10 Things to Know About the Expanded EITC
By Teon Dolby
America’s young adults have one of the highest poverty rates compared to all other age groups, driven by lack of access to well-paid, quality jobs. In 2020, the poverty rate for young people ages 18-24 was 14.6 percent. During the height of the pandemic-induced recession, over 90 percent of unemployed young adults could not access any form of income. And young adults of color, especially, experience systemic barriers to stability and upward mobility, including employment instability, housing insecurity, and disconnection from school.
Until recently, young workers without children in the household were not qualified to receive the Earned Income Tax Credit (EITC)—a key anti-poverty program that has long enjoyed bipartisan support. The American Rescue Plan (ARP), which passed in March 2021, temporarily expanded EITC eligibility during the 2021 tax year to young workers who do not have dependents and increased the amount of the credit.
As tax time approaches, here are 10 things you should know about the expanded EITC for workers without children or whose children do not live with them full time.
1. The ARP temporarily lowered the age of eligibility from 25 to 19. The ARP also temporarily removed the upper age limit, making workers without qualifying children who are 65 and older eligible to receive the tax credit. Under prior law, only “childless workers” between ages 25 and 65 were eligible for the EITC.
2. The maximum credit available to workers without dependent children increased from $543 to $1,502. This expansion will provide income support to over 17 million people who work for low pay. The increased amount can allow young workers to pay rent, pay down student loans, and save for the future.
3. You must have earned income to be eligible for the tax credit. Workers with earnings of $9,820 to $11,610 ($17,550 for married taxpayers filing jointly) receive the maximum credit in 2021. The credit phases out as income increase above that level, reaching zero at $21,430 ($27,380 for married filing jointly). Unemployment benefits, Social Security, Supplemental Security Income, and pension payments do not count as earnings, but net earnings from self-employment do. EITC is fully refundable, meaning you can qualify for it even if you don’t owe federal income taxes.
4. ARP includes a provision to help workers who lost their jobs. For 2021, you can use either your 2019 income or 2021 income to calculate your EITC. This means that if you lost your job due to COVID-19, you might still be able to get the credit, even if you had no earnings in 2021.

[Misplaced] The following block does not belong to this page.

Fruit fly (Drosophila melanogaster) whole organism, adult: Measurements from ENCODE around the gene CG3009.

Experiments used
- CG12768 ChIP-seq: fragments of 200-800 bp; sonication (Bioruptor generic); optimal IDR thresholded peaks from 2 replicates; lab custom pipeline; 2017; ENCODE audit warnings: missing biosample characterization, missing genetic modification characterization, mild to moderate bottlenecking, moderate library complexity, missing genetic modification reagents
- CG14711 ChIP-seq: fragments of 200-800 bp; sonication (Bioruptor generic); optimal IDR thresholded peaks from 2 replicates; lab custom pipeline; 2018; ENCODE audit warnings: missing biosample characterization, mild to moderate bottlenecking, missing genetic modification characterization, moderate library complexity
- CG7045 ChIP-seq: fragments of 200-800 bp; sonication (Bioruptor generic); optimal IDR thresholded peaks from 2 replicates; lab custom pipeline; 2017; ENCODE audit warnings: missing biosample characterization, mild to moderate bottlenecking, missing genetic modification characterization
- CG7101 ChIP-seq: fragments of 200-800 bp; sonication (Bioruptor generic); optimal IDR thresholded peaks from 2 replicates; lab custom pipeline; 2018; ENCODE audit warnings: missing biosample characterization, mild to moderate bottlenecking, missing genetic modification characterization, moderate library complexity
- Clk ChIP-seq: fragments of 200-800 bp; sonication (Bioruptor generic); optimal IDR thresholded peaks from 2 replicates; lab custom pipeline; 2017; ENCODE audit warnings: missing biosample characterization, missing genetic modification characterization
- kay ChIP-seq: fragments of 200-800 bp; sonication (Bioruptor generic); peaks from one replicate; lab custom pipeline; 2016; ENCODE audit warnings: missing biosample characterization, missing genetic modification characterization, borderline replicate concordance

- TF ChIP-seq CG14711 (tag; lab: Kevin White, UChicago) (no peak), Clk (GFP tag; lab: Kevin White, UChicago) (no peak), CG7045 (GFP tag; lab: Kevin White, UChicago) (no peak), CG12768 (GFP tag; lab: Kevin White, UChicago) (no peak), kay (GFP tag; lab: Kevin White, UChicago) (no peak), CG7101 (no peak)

5. Saying the EITC expansion benefits “childless” workers is misleading. Workers with low incomes who are noncustodial parents or whose children live with them less than six months of the year benefit from the expanded EITC. Eligibility also applies to workers who care for nonbiological children they do not claim on their taxes or whose children are grown up.
6. Unfortunately, most young workers attending college at least part-time are still not eligible for the credit until age 24. This fails to reflect the realities of many college students with low incomes, who often must work to meet their tuition and living expenses.
7. Youth who are homeless or individuals transitioning out of foster care are subject to special rules. They become eligible for the EITC at age 18 and can receive it even if they attend school. A qualified foster youth is a person who was in foster care at age 14 or later. Qualified youth who are homeless must certify that they are homeless or on the verge of experiencing homelessness. This can include living in a shelter, couch surfing, or living in a car.
8. You must have a Social Security number to receive the federal EITC. Some states, such as California and Colorado, allow citizens with an Individual Tax Identification Number (ITIN) to qualify for their state EITCs. Note: 30 states plus DC, Guam and Puerto Rico operate their own EITC programs with their own rules.
9. Tax filers must submit a federal tax return for 2021 to get the EITC they are eligible for, even if they otherwise are not required to file. The 2021 filing season opens in January 2022. People can get free help filing their returns from VITA programs or online services like GetYourRefund.org. More information and resources for filing a tax return and claiming the EITC can be found on the Get it Back Website.
10. As passed by the House, Build Back Better would extend the EITC improvements for tax year 2022. The Senate bill should also include this provision. Ultimately, making the EITC improvements permanent would be a critical step toward improving the financial wellbeing of young adults and other workers without dependent children.